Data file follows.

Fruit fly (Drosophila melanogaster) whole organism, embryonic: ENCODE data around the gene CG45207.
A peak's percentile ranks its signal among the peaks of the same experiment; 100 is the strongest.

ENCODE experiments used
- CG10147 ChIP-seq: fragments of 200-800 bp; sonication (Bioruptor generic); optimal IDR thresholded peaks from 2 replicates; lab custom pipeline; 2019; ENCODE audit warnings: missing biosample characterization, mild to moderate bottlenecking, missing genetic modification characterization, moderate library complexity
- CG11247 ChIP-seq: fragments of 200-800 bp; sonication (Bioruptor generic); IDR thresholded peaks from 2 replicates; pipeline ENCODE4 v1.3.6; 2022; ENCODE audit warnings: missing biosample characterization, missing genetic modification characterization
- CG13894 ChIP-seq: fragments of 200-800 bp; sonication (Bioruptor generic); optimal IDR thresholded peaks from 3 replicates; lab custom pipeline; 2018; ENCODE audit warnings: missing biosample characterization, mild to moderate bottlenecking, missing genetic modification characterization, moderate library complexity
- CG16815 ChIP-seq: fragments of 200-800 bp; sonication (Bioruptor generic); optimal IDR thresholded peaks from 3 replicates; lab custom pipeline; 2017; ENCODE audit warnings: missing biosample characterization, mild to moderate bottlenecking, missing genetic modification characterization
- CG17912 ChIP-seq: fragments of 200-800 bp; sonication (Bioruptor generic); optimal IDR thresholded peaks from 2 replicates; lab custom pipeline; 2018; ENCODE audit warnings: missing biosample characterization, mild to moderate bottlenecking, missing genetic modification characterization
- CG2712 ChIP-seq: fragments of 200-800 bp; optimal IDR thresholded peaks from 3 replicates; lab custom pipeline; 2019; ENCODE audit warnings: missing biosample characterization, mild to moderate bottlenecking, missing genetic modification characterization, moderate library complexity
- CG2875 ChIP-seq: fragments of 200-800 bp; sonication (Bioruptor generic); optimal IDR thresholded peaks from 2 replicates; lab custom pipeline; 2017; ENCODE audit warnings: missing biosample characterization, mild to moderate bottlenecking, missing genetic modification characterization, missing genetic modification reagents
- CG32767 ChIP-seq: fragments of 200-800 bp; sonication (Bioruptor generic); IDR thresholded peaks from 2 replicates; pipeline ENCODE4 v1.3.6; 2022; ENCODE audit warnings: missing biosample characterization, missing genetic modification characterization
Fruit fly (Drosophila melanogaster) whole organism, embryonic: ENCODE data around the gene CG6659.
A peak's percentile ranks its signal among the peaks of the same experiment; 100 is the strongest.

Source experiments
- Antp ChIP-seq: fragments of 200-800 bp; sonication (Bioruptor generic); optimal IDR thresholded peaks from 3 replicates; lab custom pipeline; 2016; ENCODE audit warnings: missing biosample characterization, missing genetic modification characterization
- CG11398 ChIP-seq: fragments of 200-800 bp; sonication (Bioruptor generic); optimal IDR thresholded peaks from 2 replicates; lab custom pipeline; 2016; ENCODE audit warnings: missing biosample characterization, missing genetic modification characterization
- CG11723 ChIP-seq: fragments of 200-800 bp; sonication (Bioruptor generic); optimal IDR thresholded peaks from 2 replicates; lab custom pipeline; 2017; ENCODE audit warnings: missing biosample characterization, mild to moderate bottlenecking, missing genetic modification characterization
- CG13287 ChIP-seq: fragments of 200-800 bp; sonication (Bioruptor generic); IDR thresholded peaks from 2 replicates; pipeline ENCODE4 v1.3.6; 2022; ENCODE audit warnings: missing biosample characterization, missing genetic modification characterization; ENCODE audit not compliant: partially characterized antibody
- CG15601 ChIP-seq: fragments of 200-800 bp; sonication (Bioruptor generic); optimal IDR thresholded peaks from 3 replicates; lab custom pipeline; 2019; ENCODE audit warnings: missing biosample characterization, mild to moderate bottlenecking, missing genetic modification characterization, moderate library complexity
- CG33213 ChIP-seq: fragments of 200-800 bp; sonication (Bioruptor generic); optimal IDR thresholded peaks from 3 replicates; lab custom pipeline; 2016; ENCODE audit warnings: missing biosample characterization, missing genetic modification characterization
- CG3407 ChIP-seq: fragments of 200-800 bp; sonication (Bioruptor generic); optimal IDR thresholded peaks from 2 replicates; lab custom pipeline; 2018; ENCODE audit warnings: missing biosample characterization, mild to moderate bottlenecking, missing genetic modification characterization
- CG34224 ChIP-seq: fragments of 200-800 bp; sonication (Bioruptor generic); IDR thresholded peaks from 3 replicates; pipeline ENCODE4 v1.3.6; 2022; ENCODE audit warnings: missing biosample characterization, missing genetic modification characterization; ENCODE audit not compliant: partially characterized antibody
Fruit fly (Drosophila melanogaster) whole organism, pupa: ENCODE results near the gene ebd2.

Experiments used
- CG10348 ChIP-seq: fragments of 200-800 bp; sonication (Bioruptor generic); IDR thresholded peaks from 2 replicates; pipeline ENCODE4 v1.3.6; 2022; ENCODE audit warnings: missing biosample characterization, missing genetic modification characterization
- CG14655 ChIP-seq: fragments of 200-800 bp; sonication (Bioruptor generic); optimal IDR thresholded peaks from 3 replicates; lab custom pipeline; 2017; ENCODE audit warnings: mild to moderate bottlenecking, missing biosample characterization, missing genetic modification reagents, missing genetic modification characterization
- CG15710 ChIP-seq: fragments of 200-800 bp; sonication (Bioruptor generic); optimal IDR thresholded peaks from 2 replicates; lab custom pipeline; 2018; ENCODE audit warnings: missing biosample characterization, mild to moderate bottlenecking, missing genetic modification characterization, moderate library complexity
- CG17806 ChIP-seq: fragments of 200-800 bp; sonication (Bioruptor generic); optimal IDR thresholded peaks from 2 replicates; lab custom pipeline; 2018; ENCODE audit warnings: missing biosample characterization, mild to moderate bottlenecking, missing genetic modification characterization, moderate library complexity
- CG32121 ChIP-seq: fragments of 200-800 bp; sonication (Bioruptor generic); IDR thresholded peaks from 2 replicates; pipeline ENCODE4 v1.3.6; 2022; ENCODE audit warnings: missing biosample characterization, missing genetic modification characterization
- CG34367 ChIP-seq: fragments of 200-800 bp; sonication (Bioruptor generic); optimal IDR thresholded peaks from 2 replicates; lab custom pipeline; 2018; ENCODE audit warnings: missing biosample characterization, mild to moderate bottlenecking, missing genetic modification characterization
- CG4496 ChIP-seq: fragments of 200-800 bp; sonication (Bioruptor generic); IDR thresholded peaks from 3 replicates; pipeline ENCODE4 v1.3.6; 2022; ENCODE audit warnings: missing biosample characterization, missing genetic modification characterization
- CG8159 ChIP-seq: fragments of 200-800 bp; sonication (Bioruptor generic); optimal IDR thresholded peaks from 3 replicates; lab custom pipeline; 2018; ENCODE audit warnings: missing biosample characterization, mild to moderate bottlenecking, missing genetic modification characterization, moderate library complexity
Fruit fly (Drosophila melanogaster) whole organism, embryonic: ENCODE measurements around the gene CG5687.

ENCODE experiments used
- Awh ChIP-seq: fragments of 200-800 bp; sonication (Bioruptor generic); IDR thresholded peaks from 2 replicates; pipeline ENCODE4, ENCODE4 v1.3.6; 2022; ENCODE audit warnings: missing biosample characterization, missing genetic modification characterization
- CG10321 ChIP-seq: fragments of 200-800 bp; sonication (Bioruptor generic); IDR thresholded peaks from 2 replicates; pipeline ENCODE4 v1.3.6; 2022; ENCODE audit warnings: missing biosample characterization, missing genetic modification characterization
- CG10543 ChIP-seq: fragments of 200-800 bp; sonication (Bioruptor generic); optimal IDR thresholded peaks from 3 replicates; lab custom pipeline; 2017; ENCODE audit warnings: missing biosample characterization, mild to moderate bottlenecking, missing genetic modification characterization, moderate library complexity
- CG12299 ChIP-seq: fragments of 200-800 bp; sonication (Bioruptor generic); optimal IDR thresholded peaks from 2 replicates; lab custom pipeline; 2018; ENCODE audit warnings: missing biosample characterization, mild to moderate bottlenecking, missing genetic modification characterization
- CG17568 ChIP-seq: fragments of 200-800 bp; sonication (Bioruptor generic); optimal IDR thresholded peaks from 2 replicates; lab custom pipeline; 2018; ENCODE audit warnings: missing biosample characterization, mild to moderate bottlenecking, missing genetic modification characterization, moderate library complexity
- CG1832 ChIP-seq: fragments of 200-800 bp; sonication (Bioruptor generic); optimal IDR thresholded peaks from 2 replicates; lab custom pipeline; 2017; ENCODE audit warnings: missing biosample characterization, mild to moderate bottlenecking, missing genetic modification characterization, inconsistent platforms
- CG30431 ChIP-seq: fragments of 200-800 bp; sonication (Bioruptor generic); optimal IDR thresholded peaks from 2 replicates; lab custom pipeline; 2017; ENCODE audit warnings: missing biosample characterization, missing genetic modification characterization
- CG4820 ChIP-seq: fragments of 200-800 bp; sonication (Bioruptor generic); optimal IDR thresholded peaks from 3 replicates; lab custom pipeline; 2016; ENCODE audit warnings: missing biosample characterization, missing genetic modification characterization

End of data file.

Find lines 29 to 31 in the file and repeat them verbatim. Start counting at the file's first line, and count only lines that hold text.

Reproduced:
- CG32121 ChIP-seq: fragments of 200-800 bp; sonication (Bioruptor generic); IDR thresholded peaks from 2 replicates; pipeline ENCODE4 v1.3.6; 2022; ENCODE audit warnings: missing biosample characterization, missing genetic modification characterization
- CG34367 ChIP-seq: fragments of 200-800 bp; sonication (Bioruptor generic); optimal IDR thresholded peaks from 2 replicates; lab custom pipeline; 2018; ENCODE audit warnings: missing biosample characterization, mild to moderate bottlenecking, missing genetic modification characterization
- CG4496 ChIP-seq: fragments of 200-800 bp; sonication (Bioruptor generic); IDR thresholded peaks from 3 replicates; pipeline ENCODE4 v1.3.6; 2022; ENCODE audit warnings: missing biosample characterization, missing genetic modification characterization